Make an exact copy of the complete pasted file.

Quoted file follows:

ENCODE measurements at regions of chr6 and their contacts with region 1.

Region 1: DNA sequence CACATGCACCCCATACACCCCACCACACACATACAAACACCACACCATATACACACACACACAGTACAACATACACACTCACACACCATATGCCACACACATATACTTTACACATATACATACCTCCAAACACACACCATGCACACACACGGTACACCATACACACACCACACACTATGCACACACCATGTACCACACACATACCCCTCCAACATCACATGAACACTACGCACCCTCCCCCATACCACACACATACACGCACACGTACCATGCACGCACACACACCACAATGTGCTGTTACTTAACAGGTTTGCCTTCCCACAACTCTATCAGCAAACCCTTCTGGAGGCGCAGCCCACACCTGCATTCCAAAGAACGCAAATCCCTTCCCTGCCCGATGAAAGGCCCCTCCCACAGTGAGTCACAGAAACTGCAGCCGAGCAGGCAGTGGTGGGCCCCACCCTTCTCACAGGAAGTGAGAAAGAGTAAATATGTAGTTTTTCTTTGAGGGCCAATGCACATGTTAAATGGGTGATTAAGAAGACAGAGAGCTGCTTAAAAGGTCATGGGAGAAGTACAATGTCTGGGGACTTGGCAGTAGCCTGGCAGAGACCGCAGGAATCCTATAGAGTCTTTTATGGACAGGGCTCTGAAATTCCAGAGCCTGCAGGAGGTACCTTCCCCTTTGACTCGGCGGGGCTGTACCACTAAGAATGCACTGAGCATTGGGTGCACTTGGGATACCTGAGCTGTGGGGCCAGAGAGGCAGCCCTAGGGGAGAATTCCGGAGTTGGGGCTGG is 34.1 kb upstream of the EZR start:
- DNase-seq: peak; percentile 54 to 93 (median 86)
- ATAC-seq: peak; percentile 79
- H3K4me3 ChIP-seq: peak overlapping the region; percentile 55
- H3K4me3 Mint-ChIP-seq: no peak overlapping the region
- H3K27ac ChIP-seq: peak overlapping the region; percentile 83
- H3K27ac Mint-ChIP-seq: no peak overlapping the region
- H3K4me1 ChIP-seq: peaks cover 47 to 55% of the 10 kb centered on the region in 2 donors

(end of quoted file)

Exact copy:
ENCODE measurements at regions of chr6 and their contacts with region 1.

Region 1: DNA sequence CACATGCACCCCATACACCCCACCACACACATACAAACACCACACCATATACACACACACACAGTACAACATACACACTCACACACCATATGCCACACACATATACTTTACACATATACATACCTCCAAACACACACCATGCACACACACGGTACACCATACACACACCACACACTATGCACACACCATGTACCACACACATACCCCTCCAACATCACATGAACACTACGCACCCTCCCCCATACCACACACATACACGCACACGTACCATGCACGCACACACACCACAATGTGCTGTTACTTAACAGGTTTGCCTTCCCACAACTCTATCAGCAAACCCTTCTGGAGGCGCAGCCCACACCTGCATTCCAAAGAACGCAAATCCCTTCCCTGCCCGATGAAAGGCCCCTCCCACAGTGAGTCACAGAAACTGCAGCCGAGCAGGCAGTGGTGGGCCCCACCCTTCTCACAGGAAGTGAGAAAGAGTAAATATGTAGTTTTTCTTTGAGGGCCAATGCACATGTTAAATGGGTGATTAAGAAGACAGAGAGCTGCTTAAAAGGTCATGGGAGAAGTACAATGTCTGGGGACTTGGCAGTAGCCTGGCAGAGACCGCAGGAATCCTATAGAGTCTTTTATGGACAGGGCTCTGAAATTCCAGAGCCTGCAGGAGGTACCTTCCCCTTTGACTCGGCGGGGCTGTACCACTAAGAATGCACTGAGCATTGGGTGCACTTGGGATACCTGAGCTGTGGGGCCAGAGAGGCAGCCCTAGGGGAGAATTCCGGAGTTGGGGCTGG is 34.1 kb upstream of the EZR start:
- DNase-seq: peak; percentile 54 to 93 (median 86)
- ATAC-seq: peak; percentile 79
- H3K4me3 ChIP-seq: peak overlapping the region; percentile 55
- H3K4me3 Mint-ChIP-seq: no peak overlapping the region
- H3K27ac ChIP-seq: peak overlapping the region; percentile 83
- H3K27ac Mint-ChIP-seq: no peak overlapping the region
- H3K4me1 ChIP-seq: peaks cover 47 to 55% of the 10 kb centered on the region in 2 donors